We cut Fyodor Chandler

“When we do talk about the production concept (and generally we don’t) the cast talks about it in terms of movies like ‘Escape from New York’ and the ‘Die Hard’ movies. In my production concept statement that I’ve just written and posted, I talk about the production as if it were a futuristic version of ‘The Big Sleep.’ This disparity is fine by me. ‘Escape from New York’ is essentially a futuristic version of ‘The Big Sleep.’ (And if my cast wonders why I never just told them that I think we’re doing ‘The Big Sleep’ it’s because that if I did, you (and I) may have never been motivated to think about the many ways it’s like ‘Escape from New York’ and the ‘Die Hard’ because traditionally the director dictates the interpretation of the script to the cast… And we might never have thought up that cool motorcycle battle at the end.) However, these differing genre models may go far to explain why the cast didn’t really care if we cut Fyodor Chandler or not and I wake up thinking about it at 4 am.

“The scene with Fyodor Chandler provides a moment where Nellie at least momentarily finds her moral compass. It makes what she does afterwards make more sense. In the modern action-adventure film, actions don’t necessarily have to have moral motivation… or even make sense, for that matter.

“I still worry that I’ve just become the studio hack who cut the scene from ‘The Big Sleep’ that explained who committed the murder Phillip Marlowe was supposed to be investigating. I think my cast knows everyone will be too busy listening to Bogart and looking at Bacall to care.”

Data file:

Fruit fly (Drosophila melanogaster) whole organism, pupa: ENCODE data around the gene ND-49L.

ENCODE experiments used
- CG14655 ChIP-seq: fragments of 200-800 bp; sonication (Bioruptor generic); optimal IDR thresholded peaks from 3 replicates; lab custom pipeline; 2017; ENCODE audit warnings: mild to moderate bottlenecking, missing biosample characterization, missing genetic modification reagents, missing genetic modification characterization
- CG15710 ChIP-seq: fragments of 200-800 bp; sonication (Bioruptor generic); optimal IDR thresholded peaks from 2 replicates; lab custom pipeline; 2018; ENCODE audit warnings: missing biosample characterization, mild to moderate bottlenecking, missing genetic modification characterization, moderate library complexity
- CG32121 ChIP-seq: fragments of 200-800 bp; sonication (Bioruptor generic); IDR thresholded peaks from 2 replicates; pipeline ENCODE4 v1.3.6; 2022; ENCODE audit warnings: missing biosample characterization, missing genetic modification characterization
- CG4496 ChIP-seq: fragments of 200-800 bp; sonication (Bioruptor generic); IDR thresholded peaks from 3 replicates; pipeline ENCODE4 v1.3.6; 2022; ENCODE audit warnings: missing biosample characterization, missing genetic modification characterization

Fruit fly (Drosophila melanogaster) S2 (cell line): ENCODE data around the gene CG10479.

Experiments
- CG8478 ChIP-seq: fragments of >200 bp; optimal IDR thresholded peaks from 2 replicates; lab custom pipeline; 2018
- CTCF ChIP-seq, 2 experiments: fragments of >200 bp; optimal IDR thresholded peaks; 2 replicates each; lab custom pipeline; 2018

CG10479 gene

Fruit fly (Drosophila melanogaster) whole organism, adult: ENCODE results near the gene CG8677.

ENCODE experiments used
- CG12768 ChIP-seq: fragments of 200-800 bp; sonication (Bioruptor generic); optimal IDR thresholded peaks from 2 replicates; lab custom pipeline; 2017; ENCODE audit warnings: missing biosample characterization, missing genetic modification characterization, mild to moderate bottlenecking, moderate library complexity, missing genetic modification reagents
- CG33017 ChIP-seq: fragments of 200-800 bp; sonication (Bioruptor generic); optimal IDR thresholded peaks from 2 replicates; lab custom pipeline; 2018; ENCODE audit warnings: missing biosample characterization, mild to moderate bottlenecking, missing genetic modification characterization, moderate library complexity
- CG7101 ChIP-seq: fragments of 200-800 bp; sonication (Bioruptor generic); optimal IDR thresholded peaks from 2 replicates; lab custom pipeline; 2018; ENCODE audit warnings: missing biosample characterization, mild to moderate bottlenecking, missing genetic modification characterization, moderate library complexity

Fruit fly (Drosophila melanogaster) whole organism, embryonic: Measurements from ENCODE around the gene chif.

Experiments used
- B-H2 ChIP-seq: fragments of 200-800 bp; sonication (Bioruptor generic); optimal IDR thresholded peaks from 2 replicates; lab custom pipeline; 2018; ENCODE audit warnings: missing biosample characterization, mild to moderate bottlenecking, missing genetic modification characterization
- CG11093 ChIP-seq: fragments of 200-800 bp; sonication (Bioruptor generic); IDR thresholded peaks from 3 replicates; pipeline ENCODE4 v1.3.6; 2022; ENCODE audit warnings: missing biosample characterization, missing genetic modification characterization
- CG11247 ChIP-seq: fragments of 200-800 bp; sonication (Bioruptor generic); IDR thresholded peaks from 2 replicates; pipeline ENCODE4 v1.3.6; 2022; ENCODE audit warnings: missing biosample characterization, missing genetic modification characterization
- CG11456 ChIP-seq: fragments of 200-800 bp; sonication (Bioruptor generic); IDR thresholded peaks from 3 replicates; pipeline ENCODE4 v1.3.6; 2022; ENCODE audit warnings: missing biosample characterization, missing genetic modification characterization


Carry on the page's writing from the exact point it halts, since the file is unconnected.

Darkness at Sunset and Vine Director’s Log, The Ides of March, 2008

Oh, man, dystopian linguists don’t get no respect. But this Director log thingy is way cool. And there’s video, too!

Click here for a better idea of what the hell I’m on about. Some of you might remember the enraged anti-bush novellas from 2003-2005 that are the Darkness at Sunset and Vine trilogy. Many cool bloggers of those years ended up in those stories, or at least plays on their names did. The first novella is being produced as a theater piece in Denton Texas, and performed there, Savannah, Georgia and somewhere in Arkansas in March and April. Hey, if Hillary can win Texas and 9 inches of snow can fall in the Metroplex, then Darkness at Sunset and Vine can be performed in the Southland. Oy.

By the way, Fyodor Chandler came out of a conversation I had with Jane Seaton about how I felt like the story was a cross between Dostoyevsky and The Long Goodbye. So of course the next logical thing was to name a character Fyodor Chandler. Isn’t that what anyone would do?

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